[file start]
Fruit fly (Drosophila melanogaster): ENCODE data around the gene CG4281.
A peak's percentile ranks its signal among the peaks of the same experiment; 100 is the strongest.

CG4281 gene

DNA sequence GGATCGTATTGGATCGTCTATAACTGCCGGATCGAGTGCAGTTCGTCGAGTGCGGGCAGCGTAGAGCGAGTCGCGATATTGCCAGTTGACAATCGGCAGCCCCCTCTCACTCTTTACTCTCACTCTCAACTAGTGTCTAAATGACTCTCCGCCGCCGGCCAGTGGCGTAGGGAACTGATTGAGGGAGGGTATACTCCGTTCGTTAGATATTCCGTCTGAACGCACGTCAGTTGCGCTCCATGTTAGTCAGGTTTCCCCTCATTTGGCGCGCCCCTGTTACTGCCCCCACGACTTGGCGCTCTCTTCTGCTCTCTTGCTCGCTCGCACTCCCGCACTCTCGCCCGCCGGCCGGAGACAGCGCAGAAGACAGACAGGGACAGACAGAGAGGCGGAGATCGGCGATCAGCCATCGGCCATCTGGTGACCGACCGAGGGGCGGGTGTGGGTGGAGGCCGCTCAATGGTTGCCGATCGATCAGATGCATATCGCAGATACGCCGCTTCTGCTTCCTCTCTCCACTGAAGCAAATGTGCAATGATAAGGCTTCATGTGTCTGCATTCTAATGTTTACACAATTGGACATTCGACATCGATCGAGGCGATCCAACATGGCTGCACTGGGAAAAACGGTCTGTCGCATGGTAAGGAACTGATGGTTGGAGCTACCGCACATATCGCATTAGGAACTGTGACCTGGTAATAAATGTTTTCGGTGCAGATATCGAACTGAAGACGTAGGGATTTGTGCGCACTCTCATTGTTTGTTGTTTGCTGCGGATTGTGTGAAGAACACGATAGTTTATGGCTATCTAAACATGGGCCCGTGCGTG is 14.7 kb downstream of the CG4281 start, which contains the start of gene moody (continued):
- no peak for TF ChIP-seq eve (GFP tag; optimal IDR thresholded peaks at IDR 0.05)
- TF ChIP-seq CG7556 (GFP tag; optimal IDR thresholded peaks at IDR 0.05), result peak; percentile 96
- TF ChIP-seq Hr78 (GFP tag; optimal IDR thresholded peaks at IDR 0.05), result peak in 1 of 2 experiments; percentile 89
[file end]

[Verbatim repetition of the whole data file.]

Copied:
Fruit fly (Drosophila melanogaster): ENCODE data around the gene CG4281.
A peak's percentile ranks its signal among the peaks of the same experiment; 100 is the strongest.

CG4281 gene

DNA sequence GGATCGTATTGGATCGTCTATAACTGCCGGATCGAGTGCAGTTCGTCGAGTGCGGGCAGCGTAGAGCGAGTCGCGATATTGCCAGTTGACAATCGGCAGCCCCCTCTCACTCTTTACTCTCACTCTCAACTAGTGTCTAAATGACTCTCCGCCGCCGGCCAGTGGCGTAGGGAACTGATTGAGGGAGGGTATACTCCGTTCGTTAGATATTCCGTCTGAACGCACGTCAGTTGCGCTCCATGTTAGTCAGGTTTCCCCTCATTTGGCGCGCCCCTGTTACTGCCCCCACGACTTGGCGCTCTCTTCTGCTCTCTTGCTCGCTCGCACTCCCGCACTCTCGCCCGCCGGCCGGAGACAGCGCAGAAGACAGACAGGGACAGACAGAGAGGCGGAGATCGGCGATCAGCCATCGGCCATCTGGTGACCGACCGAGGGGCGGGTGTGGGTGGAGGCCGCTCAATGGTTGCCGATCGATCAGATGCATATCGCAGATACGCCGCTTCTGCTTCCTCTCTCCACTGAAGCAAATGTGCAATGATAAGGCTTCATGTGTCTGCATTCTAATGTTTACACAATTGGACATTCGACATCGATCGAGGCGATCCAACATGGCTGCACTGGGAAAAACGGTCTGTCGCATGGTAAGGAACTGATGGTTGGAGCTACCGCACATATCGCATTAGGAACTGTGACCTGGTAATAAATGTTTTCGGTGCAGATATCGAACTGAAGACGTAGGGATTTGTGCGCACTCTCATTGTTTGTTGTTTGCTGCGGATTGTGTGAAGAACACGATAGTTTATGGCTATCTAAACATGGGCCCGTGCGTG is 14.7 kb downstream of the CG4281 start, which contains the start of gene moody (continued):
- no peak for TF ChIP-seq eve (GFP tag; optimal IDR thresholded peaks at IDR 0.05)
- TF ChIP-seq CG7556 (GFP tag; optimal IDR thresholded peaks at IDR 0.05), result peak; percentile 96
- TF ChIP-seq Hr78 (GFP tag; optimal IDR thresholded peaks at IDR 0.05), result peak in 1 of 2 experiments; percentile 89